Academic journal article Journal for the Study of Religions and Ideologies

Reshaping American Identity through Advertising Standardization vs. Localization

Academic journal article Journal for the Study of Religions and Ideologies

Reshaping American Identity through Advertising Standardization vs. Localization

Article excerpt

Abstract: Our study focuses on the impact of American advertising on local consumers and industry and discusses the relationship between standardization and localization on the global market. Although America seems to be a hybridized, 'McDonald-ized' reality, it is in fact grounded on a multicultural and social mix that deems it highly recognizable. Consequently, we argue that reconstructing American identity means sharing similar values with other cultural spaces, whose history, religion, and social customs require a different approach to daily life and finding new means of expression.

Our main argument is that advertising disseminates its message in foreign markets and that American campaign models were implemented despite cultural differences. Therefore, we will study the way American heterogeneity becomes homogeneous in the advertising realm, and explain the relationship between standardization and localization in promoting brand values. Our analysis relies on examples of the post-1990 Romanian advertising revolution that showcase the global American influence on Romania's local industry as reflected by celebrations (Valentine's Day, Man's Day) and other American symbols (the cowboy image, the impact of the English language) present in locally broadcast advertisements.

Consequently, our paper asks a very controversial question: Does market globalization embed the American spirit in indigenous cultures through advertising, bypassing local culture, ideology and society?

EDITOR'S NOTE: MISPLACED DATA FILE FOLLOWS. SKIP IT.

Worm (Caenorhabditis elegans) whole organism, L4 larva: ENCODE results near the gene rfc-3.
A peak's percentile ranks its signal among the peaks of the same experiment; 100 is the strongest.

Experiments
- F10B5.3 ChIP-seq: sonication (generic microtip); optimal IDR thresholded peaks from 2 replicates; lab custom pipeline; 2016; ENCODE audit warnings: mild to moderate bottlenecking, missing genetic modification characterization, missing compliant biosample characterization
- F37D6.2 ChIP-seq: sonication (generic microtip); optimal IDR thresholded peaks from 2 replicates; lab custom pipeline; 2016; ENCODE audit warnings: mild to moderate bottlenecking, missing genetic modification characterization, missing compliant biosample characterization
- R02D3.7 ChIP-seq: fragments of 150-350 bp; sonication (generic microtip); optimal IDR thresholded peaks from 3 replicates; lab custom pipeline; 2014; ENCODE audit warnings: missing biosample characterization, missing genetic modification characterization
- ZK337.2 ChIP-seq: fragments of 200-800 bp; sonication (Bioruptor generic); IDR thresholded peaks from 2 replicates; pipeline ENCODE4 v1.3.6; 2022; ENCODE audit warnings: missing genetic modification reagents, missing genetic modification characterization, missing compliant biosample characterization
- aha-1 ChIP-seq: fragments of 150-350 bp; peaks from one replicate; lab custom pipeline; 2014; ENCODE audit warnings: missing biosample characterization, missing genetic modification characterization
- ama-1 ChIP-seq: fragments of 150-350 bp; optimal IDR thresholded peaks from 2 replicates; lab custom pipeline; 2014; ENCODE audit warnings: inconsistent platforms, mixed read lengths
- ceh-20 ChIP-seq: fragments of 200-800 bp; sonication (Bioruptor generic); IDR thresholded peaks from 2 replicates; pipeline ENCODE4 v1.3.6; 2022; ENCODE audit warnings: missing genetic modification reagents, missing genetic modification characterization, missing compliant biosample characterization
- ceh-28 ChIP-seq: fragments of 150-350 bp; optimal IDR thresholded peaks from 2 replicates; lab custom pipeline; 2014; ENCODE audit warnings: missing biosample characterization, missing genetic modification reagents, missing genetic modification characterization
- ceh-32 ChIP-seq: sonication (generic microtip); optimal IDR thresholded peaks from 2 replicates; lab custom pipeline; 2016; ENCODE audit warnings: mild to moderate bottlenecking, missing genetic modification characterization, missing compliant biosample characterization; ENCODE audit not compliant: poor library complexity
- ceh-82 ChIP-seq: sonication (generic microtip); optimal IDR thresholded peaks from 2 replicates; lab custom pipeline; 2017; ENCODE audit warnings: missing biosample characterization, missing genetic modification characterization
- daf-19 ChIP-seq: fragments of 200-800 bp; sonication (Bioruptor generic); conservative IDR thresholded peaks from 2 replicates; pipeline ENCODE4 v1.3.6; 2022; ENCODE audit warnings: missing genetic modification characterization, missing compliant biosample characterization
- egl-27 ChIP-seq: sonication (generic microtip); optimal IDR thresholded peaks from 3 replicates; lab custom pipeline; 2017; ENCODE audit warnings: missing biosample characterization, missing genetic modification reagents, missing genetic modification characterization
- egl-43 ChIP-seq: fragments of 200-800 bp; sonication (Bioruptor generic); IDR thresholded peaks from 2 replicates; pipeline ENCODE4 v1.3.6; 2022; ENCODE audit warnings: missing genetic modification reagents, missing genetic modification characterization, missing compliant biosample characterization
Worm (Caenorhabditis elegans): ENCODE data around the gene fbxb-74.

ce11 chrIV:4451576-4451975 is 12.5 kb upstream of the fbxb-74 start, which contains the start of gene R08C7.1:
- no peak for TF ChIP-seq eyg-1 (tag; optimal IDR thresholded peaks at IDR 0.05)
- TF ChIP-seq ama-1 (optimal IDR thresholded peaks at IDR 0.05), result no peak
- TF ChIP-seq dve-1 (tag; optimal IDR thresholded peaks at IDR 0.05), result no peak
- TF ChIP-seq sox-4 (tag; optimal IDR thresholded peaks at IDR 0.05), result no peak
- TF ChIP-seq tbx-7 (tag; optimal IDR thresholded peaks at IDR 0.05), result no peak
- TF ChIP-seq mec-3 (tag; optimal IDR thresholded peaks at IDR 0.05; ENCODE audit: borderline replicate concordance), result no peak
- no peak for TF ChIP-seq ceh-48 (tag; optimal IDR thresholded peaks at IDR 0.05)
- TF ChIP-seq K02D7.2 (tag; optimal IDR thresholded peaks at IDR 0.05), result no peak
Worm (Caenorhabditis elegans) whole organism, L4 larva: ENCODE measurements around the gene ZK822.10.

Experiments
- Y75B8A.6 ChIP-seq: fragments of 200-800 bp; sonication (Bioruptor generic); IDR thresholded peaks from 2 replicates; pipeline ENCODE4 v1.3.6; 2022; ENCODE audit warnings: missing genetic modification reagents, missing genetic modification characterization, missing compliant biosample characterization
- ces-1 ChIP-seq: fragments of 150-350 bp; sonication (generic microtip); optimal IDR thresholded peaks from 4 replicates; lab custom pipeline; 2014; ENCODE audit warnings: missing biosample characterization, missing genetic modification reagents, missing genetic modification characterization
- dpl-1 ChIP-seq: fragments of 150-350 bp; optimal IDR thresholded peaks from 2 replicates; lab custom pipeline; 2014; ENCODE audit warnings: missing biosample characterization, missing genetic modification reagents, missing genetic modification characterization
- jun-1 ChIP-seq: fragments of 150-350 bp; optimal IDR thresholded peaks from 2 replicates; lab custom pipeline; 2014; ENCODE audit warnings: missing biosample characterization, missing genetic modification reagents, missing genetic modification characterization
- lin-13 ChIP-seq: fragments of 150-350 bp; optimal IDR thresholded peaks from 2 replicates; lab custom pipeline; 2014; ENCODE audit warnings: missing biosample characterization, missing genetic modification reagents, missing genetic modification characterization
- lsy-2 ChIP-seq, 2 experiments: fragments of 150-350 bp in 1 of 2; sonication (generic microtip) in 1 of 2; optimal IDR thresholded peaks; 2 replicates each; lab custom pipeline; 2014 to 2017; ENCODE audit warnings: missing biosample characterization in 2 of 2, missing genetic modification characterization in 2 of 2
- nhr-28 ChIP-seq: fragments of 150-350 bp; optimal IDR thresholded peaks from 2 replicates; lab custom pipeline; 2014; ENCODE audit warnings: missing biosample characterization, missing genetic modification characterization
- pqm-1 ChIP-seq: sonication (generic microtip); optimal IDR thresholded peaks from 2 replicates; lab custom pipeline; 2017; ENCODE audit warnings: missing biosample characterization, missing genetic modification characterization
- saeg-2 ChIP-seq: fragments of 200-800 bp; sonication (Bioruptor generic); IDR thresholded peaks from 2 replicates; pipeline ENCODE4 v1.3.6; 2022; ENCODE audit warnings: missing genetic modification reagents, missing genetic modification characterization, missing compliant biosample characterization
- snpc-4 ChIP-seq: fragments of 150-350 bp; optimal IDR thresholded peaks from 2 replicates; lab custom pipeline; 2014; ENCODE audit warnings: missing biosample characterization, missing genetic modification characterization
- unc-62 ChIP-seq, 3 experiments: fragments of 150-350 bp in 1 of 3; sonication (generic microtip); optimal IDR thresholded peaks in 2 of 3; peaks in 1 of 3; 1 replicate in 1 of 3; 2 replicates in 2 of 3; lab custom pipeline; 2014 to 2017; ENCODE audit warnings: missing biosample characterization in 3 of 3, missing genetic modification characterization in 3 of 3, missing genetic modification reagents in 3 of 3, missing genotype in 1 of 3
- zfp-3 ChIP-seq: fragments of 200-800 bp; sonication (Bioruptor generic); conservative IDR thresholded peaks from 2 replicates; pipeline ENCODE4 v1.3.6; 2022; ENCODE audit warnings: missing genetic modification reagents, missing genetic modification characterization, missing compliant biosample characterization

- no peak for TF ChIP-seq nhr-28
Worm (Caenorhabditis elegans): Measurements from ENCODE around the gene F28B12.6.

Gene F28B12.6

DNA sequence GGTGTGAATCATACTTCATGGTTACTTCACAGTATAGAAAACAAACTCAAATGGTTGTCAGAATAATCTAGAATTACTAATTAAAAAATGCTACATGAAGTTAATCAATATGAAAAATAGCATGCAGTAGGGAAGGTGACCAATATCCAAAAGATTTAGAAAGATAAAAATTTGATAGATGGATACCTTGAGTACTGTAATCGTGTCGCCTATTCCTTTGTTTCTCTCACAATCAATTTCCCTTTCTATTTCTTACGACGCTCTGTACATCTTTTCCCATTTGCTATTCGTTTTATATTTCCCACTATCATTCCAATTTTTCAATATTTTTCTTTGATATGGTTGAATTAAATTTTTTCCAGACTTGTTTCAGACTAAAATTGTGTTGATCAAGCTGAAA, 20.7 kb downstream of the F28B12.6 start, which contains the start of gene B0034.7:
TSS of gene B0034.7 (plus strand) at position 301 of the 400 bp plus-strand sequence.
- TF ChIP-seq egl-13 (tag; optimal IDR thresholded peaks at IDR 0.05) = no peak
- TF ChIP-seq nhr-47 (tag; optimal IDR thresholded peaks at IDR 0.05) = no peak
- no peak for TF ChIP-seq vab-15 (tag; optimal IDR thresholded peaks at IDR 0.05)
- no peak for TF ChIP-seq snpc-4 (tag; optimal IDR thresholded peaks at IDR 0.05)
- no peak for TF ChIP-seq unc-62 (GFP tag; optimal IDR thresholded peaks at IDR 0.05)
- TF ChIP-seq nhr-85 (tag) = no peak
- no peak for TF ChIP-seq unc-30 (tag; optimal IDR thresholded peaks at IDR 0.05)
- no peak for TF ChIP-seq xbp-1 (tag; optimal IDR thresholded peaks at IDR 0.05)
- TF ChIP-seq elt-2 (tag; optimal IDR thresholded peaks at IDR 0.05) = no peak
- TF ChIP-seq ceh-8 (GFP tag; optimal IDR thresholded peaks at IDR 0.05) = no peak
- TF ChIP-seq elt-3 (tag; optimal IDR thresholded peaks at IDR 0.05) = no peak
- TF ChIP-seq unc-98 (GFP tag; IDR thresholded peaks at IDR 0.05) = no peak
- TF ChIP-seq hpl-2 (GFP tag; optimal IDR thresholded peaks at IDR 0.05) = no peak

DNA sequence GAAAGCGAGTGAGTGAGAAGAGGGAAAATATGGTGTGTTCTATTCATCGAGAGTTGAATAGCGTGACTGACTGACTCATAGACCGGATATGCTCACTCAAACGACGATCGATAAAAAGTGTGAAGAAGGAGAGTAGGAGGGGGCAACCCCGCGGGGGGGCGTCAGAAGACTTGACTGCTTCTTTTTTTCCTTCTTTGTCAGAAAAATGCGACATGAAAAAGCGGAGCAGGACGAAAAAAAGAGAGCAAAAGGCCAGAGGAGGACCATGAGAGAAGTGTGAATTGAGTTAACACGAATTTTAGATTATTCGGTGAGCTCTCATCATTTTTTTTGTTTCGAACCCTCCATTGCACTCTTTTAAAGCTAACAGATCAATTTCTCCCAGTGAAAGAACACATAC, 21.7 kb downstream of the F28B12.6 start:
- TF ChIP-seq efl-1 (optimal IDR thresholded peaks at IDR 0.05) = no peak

Key Words: advertising, standardization, religion, society, globalization, hybridization, Americanization.


Before investigating the Americanization of cultures and societies, we should explain the basis for this research, as "the land of promise" has always been open to challenges. Our area of interest is advertising, which encourages consumerism and hedonistic lifestyles. Obviously, the top world brands (Levis, Coca Cola, Pepsi, McDonald's, Ford, Procter & Gamble) were born in the US, where the competition was very strong and the first professional advertising campaigns were created. These brands were at first local, but, when American solders crossed the Atlantic in World War I bringing Coca-Cola with them, everything changed.

Many factors justify the continuing influence of American industry on developing campaigns and accepting new values. Initially, consumers were mainly interested in products, and product features were associated with their country of origin. Later, consumers started choosing products according to brand names, which satisfy other types of personal needs. Today, products unite consumers in global categories who share the same lifestyles relying on the respective brand image. The local features of each market have been taken over by the trend of globally expressing brand values. Nevertheless, our discussion regards both local and global brands, because differences have softly dissolved. Returning to the Americanization phenomenon, we will answer the following questions:

* How are American culture, society, and religion involved in global campaigns?

* Why does the American world need re-construction?

* What are the tools of standardization in advertising campaigns?

* How can global brands better integrate into local markets?

To answer these questions, we must first briefly investigate the background of "cocalization" in American culture, society, and religion throughout history.

Researchers lend much significance to globalization, connecting it with other perspectives. George Ritzer associated the globalized world with the metaphor of liquidity, as compared to flexible solidity: "Globalization is a trans-planetary process or set of processes involving increasing liquidity and the growing multidirectional flows of people, objects, places and information as well as the structures they encounter and create that are barriers to or expedite those flows."1 "Solidity" refers to the age before globalization, when people did not enjoy travelling or leaving their homes, because they were conservative and not experiential. …

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